Archive for March, 2010

Born on the Fourth of July

March 12, 2010

In Oliver Stone’s, Born on the Fourth of July, we find our hero, Ron Kovic, strolling his wheelchair along next to his high school sweetheart, Donna. This scene comes to a stop when Donna steps onto the curb to go up to her dormitory. As Ron continues to roll, he merely bumps into the curb. There is a quick pause of awkwardness until Donna finally decides to ask Ron if he would like to come up. He says no. This one scene in the film depicts Ron’s beginning to complete alienation from family, friends, and society as a whole. It demonstrates the separation and lack of understanding the United States of the late 60’s and early 70’s had for the veterans of the Vietnam War and the paraplegic, known as Ron Kovic.

First, we examine Ron’s alienation from society. Upon arrival back in the states, Ron is not pleased with the welcome he and his fellow vets have received. Students across the country, including Syracuse, where Donna resides, are holding anti-war rallies and taking part in heinous acts such as burning the American flag. As we examine closely at the Independence Day parade, we see Ron waving to the crowd, smiling, trying maintain his pride and honor as a U.S. Marine. Though, he does not receive the same response from the crowds standing by. One man in particular flips Ron “the bird.” Others huddle together, wearing “peace” shirts and booing as the rest of the veterans drive by. Some just have look of sorrow and oppression. All these occurrences create the image and disillusionment in Ron’s head that perhaps, his country and it’s citizens have betrayed him and his fellow veterans.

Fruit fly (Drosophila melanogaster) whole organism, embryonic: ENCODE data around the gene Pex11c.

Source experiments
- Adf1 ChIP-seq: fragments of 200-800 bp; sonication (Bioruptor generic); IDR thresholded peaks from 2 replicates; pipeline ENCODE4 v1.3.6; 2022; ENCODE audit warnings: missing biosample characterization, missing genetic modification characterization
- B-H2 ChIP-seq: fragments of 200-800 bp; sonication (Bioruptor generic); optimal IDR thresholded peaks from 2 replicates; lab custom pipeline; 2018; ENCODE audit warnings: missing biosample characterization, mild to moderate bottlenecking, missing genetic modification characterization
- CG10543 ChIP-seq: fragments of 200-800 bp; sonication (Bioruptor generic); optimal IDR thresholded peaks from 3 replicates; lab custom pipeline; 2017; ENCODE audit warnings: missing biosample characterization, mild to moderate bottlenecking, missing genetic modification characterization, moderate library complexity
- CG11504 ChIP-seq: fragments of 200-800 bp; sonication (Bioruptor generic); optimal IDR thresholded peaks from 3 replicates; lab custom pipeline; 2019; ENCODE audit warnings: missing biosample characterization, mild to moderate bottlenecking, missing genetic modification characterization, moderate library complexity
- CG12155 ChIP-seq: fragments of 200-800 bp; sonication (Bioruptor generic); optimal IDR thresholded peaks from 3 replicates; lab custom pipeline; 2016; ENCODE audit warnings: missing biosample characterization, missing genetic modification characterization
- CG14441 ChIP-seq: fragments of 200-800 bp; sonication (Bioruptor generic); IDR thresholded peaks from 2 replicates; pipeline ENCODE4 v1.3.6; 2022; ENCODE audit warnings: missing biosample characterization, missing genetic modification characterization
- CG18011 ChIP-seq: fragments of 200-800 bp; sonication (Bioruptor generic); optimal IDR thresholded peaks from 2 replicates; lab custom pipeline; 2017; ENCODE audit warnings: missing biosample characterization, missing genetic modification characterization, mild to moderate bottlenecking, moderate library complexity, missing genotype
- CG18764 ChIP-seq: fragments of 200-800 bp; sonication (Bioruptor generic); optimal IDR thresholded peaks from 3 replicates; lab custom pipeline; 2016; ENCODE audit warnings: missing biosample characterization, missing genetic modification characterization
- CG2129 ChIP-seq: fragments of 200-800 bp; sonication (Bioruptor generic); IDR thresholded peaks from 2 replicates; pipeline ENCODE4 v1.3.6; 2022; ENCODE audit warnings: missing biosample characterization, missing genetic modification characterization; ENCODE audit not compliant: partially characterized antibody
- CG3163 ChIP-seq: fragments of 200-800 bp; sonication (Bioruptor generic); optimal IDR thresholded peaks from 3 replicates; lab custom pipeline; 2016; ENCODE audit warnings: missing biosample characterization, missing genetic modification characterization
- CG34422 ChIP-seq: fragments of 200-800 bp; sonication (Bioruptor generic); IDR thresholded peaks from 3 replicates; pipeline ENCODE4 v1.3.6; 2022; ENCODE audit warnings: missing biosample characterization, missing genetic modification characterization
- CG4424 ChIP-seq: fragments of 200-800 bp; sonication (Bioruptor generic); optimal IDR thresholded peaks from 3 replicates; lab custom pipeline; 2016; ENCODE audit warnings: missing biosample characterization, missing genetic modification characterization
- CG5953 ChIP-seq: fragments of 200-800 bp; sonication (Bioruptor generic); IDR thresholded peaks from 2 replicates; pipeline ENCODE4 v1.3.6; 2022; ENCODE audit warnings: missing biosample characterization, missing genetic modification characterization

In addition to society, Ron’s alienation extends into his own family. While away at war, Ron’s younger brother, Tommy, has already become a firm believer in anti-war. This, in itself, already creates a gap, or “curb”, in their relationship that Ron can’t seem to go over. It’s almost as if Ron receives no support from his family because even his own mother refuses to tolerate Ron’s attitude, who seems to resent everything and everyone around him. One evening, Ron returns home after a prior confrontation with a WWII veteran in a bar. Ron arrives drunk and has yet another, even worse, confrontation with his mother, who is in fact, embarrassed to have a handicapped son. With no remorse, Ron eventually leaves his home permanently.

Ron Kovic’s alienation from society, family, and friends is the result of one bump into the curb – the loss of his limbs. This one bump represents the attitude of resentment, bitterness, and betrayal Kovic feels from the country around him. It is because of one event, Ron Kovic’s world begins to spin so rapidly causing the people who “love” him to become distant.

Stone, Oliver.Born on the Fourth of  July. 20 December 1989.

Born on the Fourth of July. Plot Summary. The Internet Movie Database; 1989